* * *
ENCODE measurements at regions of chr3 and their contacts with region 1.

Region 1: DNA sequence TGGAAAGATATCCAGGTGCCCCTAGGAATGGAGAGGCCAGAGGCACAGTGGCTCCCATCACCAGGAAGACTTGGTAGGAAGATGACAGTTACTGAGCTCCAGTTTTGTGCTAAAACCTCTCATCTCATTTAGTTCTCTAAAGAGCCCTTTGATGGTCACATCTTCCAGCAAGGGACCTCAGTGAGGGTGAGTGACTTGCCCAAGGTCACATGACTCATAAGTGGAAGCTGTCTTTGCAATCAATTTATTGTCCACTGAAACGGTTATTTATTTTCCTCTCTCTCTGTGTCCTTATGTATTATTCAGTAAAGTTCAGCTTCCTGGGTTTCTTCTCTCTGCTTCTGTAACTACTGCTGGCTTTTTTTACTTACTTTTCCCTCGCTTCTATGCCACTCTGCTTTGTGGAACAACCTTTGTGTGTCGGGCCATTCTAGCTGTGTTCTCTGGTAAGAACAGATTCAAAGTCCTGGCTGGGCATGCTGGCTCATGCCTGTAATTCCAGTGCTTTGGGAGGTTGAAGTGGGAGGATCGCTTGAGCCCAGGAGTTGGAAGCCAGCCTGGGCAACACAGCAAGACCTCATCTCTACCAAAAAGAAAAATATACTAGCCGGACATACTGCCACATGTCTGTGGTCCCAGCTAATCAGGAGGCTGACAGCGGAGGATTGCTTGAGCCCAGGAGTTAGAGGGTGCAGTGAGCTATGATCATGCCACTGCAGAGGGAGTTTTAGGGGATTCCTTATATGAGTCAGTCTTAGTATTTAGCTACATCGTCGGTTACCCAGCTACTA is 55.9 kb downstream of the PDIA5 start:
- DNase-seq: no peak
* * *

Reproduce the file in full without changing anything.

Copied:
ENCODE measurements at regions of chr3 and their contacts with region 1.

Region 1: DNA sequence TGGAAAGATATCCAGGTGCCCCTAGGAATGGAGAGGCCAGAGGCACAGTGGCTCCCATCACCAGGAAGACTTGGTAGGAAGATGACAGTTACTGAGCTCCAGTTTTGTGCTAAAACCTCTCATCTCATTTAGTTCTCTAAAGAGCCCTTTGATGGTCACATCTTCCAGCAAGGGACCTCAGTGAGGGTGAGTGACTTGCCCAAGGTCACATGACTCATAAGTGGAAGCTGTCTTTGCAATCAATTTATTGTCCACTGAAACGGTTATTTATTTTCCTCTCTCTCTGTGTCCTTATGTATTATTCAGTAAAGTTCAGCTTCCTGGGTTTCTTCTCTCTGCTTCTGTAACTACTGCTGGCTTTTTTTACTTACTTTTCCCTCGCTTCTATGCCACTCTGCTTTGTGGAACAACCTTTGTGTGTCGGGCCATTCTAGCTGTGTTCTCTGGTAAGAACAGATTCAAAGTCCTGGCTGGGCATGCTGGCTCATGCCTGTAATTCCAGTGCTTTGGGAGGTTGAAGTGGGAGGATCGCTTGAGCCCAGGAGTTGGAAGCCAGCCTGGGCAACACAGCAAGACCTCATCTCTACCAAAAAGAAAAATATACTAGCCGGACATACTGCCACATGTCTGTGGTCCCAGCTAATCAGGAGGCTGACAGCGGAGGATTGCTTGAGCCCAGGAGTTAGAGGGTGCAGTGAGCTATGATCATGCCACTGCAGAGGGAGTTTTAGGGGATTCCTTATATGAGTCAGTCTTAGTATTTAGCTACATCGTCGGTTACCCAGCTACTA is 55.9 kb downstream of the PDIA5 start:
- DNase-seq: no peak